Tewkesbury Hospital – outdoor courtyard glass artwork.
Architectural glass panels in the outdoor courtyard of the hospital.
Back in November last year I took a visit to the building site of the new hospital in Tewkesbury to see the design of the outdoor courtyard area and how it sat within the overall space of the building. Instructed to put on protective gloves, jacket and safety hat, I was led into the very grey, muddy and quite depressing looking building site with its massive cranes and scaffolding and what seemed like a monstrosity of concrete. The only colour around was the little hamlet of red workmen’s cabins all piled up on top of each other.
I have to admit that one of my little life obsessions is to discover ruined buildings. I can spend hours walking around ruins (with no protective clothing or hard hats), and indulging in my little dream world where I will let my imagination run riot as to how I would renovate these ruins and redesign them right down to what colours I would paint the walls! However, that day I had to really force my minds – eye to see beyond the greyness, the mud, staring workmen and noise, to feel the hugeness of the space and to begin imagining what sort of scale of glass art work would sit comfortably on the walls.
As I walked through the opening which would eventually become the main entrance of the hospital and into the opening of what was to be the main waiting room space, I was struck by the realisation that a visitor would see directly through this area and into the courtyard beyond and specifically at the back wall of the courtyard. That’s where the glass art was to go I thought. I knew then that I wanted to create a stimulating visual on those back walls in order to welcome every person entering the building. Often, entering into a hospital can be quite a daunting experience and I felt that this was an opportunity to try and lessen that anxiety through the means of a visual distraction.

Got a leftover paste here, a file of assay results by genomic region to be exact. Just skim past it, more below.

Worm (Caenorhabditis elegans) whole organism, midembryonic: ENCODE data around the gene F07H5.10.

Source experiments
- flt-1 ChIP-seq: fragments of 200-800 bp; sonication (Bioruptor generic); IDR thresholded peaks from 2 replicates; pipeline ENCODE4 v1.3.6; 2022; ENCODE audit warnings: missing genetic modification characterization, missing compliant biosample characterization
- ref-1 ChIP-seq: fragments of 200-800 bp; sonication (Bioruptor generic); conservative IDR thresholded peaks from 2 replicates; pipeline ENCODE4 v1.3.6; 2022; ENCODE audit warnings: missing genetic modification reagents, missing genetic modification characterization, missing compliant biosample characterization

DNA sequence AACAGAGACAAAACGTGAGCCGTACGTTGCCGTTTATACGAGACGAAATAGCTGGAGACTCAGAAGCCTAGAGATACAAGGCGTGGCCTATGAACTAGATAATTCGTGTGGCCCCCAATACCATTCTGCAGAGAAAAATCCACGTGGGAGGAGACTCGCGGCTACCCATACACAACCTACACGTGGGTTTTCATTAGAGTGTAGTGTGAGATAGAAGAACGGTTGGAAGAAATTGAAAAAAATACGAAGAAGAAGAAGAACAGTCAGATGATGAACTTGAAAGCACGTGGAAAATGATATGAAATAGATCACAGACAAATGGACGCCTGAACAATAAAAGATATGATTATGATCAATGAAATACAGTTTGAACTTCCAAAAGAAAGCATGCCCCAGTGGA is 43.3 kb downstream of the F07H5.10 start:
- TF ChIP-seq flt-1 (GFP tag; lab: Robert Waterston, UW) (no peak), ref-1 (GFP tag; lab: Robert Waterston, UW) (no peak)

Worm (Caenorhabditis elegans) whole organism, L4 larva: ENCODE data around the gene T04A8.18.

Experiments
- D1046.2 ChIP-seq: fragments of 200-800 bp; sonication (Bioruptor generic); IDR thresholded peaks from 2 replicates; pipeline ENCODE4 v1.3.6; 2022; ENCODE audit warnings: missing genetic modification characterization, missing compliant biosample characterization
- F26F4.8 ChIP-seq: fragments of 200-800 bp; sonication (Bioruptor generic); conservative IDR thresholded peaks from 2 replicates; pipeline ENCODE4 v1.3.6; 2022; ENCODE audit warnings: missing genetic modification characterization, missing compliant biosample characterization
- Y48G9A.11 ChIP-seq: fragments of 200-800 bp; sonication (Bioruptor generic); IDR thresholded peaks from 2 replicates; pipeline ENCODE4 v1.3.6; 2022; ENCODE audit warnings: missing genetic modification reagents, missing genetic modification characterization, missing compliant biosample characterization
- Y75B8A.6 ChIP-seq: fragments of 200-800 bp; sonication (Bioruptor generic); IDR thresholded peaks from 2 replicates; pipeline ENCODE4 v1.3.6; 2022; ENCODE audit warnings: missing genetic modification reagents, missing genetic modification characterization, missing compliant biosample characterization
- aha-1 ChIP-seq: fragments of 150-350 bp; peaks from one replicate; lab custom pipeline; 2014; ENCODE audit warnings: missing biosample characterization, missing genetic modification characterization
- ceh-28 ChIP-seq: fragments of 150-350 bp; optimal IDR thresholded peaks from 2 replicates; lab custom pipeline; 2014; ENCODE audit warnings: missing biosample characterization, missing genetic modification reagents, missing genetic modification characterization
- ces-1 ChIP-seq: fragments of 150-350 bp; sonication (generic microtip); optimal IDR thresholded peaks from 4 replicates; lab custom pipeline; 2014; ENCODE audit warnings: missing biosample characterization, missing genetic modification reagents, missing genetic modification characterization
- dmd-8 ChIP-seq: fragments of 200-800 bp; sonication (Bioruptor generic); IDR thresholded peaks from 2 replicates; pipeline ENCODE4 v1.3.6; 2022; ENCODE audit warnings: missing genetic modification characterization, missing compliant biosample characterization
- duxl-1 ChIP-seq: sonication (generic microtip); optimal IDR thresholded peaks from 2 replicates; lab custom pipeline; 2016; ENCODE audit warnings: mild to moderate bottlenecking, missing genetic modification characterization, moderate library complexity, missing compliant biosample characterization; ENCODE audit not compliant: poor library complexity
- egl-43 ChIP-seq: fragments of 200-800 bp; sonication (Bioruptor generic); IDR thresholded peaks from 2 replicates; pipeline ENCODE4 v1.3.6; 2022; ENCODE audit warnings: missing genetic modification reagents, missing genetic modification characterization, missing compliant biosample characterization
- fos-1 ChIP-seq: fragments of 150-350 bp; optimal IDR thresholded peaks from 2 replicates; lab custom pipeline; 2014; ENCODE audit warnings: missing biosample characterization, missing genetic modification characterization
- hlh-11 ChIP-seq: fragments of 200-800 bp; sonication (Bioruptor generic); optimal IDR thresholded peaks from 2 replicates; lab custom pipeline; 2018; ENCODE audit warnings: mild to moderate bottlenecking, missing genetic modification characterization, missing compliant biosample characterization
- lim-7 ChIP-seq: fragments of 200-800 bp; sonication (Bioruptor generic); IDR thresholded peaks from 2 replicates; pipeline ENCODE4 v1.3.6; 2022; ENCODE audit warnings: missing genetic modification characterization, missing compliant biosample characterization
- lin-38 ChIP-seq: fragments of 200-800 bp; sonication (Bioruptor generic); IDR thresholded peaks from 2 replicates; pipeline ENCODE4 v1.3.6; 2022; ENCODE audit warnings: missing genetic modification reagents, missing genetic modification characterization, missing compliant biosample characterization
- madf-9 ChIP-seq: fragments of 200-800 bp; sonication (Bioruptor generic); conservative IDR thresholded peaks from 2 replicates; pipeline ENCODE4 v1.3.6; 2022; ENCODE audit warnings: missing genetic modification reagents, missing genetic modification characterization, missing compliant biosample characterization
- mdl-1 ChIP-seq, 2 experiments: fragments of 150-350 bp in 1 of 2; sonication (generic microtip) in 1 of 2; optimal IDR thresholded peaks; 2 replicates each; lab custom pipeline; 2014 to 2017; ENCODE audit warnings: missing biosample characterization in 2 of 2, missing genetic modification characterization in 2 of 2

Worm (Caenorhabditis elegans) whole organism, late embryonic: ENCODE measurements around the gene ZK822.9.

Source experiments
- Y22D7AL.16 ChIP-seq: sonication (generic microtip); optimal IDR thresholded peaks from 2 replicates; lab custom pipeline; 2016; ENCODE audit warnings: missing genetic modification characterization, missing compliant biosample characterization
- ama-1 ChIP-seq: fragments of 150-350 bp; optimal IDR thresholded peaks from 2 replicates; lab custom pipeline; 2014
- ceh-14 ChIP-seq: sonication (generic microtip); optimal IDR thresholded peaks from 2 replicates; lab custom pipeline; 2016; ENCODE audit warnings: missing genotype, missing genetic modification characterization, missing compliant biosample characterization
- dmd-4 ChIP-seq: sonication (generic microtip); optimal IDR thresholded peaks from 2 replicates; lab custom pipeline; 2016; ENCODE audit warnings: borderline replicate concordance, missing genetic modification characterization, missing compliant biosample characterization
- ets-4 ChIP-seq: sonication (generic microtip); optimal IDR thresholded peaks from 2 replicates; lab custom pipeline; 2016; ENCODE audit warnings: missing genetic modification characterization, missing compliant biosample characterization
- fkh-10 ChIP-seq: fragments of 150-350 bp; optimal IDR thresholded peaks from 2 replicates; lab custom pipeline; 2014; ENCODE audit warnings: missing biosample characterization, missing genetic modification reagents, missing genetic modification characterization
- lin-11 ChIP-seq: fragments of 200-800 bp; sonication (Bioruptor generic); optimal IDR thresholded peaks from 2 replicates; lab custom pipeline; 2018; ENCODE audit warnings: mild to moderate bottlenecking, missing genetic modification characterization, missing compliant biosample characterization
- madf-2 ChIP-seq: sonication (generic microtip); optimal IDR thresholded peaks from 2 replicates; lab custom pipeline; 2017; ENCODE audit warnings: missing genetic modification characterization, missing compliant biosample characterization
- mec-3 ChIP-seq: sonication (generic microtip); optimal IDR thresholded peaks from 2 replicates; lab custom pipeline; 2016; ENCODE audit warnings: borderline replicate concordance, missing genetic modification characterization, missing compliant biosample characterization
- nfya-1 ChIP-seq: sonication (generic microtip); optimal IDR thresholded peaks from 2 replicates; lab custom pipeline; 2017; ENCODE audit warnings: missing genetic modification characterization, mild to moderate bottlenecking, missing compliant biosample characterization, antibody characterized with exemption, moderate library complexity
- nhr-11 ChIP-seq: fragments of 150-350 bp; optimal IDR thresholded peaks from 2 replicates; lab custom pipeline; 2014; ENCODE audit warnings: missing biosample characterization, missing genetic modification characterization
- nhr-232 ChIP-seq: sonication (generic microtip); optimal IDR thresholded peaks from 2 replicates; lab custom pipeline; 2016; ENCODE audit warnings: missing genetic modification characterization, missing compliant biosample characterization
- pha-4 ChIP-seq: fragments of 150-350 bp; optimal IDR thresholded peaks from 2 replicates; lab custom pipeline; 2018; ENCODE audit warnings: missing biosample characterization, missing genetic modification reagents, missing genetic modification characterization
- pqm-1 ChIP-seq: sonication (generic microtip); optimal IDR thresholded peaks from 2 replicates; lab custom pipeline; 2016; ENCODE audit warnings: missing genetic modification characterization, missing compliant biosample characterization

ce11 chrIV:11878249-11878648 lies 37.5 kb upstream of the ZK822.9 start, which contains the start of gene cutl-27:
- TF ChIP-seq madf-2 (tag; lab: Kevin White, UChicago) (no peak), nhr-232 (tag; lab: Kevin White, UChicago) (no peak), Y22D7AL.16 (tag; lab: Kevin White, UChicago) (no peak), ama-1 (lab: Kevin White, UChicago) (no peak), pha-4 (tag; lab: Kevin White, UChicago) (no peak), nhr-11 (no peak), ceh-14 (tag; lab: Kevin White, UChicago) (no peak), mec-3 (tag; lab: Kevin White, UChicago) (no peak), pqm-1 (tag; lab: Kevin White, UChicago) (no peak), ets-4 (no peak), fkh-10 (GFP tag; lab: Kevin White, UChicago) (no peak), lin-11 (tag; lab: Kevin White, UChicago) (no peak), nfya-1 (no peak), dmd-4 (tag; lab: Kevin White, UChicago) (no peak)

Having already come up with the concept of the confluence of the two rivers of Tewkesbury as the main theme for the artwork, actually visiting the space and getting a sense of its scale was a crucial stage in the design process. Being an outside space, I wanted the art works to reflect this. I visualised a quiet and reflective space away from the buzz of the main waiting room, a place of calm and contemplation, as if in nature itself. I concentrated the designs on the flora found along the river banks of the Severn and Avon and deliberately enlarged the designs so that the onlooker would feel like they were sat in and amongst these reeds and plants. To also help with this, I installed the glass artwork along two walls and meeting in the corner opposite the main entrance.
Visiting that grey world all those months ago, forcing my minds-eye to see beyond and to a world of white walls and glass panels of translucent blues and greens led me on an exciting journey of learning and creativity and my hope now is that the artworks will become a kind of alternative medicine for the patients of the hospital.